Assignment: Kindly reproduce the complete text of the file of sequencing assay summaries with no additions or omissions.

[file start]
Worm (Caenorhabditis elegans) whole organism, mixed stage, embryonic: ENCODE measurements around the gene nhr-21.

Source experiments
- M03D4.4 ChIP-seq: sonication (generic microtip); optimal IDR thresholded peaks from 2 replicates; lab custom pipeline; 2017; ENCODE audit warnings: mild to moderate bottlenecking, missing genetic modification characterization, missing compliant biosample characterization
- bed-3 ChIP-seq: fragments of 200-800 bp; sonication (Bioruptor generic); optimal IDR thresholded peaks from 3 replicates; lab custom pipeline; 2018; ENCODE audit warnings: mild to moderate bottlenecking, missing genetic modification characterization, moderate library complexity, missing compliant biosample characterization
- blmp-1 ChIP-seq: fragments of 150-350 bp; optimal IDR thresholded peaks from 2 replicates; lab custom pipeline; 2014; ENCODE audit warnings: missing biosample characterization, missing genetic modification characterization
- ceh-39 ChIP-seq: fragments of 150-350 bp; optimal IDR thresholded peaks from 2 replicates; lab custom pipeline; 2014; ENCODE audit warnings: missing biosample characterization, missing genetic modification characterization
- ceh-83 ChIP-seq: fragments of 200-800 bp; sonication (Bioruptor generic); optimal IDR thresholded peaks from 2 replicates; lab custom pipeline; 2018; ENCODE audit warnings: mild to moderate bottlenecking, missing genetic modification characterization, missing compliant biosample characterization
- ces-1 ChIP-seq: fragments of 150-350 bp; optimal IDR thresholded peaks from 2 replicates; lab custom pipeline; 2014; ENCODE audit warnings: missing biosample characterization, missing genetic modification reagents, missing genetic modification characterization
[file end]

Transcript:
Worm (Caenorhabditis elegans) whole organism, mixed stage, embryonic: ENCODE measurements around the gene nhr-21.

Source experiments
- M03D4.4 ChIP-seq: sonication (generic microtip); optimal IDR thresholded peaks from 2 replicates; lab custom pipeline; 2017; ENCODE audit warnings: mild to moderate bottlenecking, missing genetic modification characterization, missing compliant biosample characterization
- bed-3 ChIP-seq: fragments of 200-800 bp; sonication (Bioruptor generic); optimal IDR thresholded peaks from 3 replicates; lab custom pipeline; 2018; ENCODE audit warnings: mild to moderate bottlenecking, missing genetic modification characterization, moderate library complexity, missing compliant biosample characterization
- blmp-1 ChIP-seq: fragments of 150-350 bp; optimal IDR thresholded peaks from 2 replicates; lab custom pipeline; 2014; ENCODE audit warnings: missing biosample characterization, missing genetic modification characterization
- ceh-39 ChIP-seq: fragments of 150-350 bp; optimal IDR thresholded peaks from 2 replicates; lab custom pipeline; 2014; ENCODE audit warnings: missing biosample characterization, missing genetic modification characterization
- ceh-83 ChIP-seq: fragments of 200-800 bp; sonication (Bioruptor generic); optimal IDR thresholded peaks from 2 replicates; lab custom pipeline; 2018; ENCODE audit warnings: mild to moderate bottlenecking, missing genetic modification characterization, missing compliant biosample characterization
- ces-1 ChIP-seq: fragments of 150-350 bp; optimal IDR thresholded peaks from 2 replicates; lab custom pipeline; 2014; ENCODE audit warnings: missing biosample characterization, missing genetic modification reagents, missing genetic modification characterization